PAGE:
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Recently, my cousin asked me, with sincerity and care, “What was it like to be raised in a single-parent home?” I must admit the question took me a bit by surprise, and despite being a mature adult, I had to reassess my sense of family.
“Take care!” We say that to others all the time. We want those who we care about to take good care of themselves. But do we, especially those of us who are caregivers, know how to “take” care?
All of us have said the wrong thing to someone who is grieving. Maya Angelou says, “When we know better, we do better.” If you say the wrong thing, apologize and remember that your loving presence is more powerful than any right or wrong thing you might say.
This year on 9/11 Imagine had the privilege and opportunity to participate in Cantor Fitzgerald’s annual Charity Day in which Cantor and its affiliates, BGC Partners and GFI Group commemorate their 658 friends and colleagues and 61 Eurobrokers employees who perished on September 11, 2001. Each year on September 11th Cantor donates 100% of their global revenues to the Cantor Fitzgerald Relief Fund and selected charities around the world. This year, Imagine was selected to participate, and was fortunate to have actor Kimiko Glenn of Orange is the New Black, as our celebrity ambassador. Since its inception, Charity Day has raised and distributed over $147 million globally.
Listen without judging. Tell the truth. Offer choices. This article gets it right in how to help your kids cope with loss.
The death of a parent is a trauma for a child or teen. A parent is a child’s first attachment, first love, the person they depend on for their very survival and often it is the very person to whom they would turn to for support after a loss.
My grandfather died when I was 2 years old. I never met him. The only things I have of his are two pictures – which are actually my mother’s – 2 black and white pictures. The first is of a tall, lanky man, dressed smartly – if not oddly formal – standing in the middle of a yard with the hot Caribbean sun beating down on him; the second, a close-up portrait. That was it. All imagined interactions, hoped-for futures, dreamed of backstories, stemmed from these 2 pictures.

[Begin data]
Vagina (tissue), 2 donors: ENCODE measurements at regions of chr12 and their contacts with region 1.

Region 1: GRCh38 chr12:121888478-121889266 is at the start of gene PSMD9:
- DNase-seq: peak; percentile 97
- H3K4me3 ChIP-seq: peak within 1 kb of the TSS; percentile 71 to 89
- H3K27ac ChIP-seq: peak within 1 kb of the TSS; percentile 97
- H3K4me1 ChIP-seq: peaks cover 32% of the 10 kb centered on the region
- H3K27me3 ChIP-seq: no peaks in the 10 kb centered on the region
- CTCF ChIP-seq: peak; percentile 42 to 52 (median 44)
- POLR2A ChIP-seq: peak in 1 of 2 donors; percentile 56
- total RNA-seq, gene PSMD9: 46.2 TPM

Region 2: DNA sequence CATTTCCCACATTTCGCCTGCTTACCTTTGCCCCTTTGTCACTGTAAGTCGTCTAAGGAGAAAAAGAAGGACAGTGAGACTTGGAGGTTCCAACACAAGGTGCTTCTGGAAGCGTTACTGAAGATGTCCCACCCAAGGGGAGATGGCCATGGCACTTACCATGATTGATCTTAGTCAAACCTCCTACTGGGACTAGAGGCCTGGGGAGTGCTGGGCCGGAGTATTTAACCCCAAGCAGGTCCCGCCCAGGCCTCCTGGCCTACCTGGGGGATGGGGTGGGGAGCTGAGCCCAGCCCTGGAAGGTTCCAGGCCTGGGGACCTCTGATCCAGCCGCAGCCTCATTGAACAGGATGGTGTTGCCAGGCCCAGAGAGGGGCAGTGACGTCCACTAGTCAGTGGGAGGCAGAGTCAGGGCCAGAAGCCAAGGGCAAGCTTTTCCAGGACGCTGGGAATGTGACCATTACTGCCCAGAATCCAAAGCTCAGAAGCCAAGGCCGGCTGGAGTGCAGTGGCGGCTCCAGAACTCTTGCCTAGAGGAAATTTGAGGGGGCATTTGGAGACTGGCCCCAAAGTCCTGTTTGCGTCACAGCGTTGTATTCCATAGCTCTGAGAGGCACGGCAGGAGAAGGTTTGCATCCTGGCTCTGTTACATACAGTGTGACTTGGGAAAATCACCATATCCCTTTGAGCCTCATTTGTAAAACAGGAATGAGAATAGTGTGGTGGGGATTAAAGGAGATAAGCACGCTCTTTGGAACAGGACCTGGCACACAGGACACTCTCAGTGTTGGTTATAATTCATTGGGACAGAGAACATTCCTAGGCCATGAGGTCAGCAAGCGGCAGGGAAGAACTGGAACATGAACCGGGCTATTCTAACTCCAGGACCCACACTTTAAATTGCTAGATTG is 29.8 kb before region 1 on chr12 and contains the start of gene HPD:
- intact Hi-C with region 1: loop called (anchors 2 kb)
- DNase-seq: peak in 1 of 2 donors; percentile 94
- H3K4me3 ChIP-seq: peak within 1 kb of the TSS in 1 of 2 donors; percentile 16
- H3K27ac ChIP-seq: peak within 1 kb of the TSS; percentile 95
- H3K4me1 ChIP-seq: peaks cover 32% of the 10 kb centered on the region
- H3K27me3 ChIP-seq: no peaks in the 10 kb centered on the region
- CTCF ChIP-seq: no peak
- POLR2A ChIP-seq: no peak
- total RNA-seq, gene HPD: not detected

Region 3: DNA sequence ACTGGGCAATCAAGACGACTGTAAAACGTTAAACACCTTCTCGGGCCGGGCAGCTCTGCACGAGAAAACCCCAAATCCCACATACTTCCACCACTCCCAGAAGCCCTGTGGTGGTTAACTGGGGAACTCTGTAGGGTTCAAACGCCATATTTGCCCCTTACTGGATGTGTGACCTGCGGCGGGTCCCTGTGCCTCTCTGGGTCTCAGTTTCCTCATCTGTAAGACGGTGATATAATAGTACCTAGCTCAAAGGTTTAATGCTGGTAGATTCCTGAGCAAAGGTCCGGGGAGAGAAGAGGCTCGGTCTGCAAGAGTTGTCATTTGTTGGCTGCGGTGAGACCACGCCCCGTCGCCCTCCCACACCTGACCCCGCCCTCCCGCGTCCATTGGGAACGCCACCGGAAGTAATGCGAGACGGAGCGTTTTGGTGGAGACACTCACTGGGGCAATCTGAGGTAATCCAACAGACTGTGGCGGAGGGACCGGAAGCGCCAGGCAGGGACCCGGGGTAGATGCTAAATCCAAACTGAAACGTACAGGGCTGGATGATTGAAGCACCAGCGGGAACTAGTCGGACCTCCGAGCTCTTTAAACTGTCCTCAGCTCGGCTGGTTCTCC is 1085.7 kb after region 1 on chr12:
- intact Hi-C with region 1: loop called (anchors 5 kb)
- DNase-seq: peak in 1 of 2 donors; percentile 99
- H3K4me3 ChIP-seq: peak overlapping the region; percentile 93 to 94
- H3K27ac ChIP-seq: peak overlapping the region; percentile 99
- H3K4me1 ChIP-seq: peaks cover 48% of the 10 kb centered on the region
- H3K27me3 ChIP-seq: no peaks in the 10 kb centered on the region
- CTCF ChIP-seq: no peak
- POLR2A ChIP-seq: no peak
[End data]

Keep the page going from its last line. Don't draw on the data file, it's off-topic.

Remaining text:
It’s Christmas. ‘Tis the season to be jolly’. Really? It’s a tough time of the year for many people for many reasons. But it’s a time of joy and remembrance. For my family, it’s equally tough. Our lives changed forever on November 20, 2004. Our family as we knew it was shattered after a knock at the door and the news that our nineteen-year-old son Ryan had died in an automobile accident. Life would never be the same… and it still isn’t.
Let’s imagine something different. Let’s Imagine a world where children coping with loss grow up emotionally healthy and able to lead meaningful and productive lives. Let’s imagine a world where grief, loss and trauma are transformed into resilience, empathy and compassion. So that someday the world is driven by love and compassion, and not unresolved grief.
As I popped onto facebook briefly on Tuesday, I learned about the chemical attack that took place in Syria. This was the first I had heard of an attack. Scrolling through my feed, there it was. I was confronted with the absolute carnage of it all – videos of people writhing in pain, people gasping for air, dying, many of them children. It was only a few seconds before I started crying, and shortly after that, short of breath. My asthma had been triggered so I put my phone down.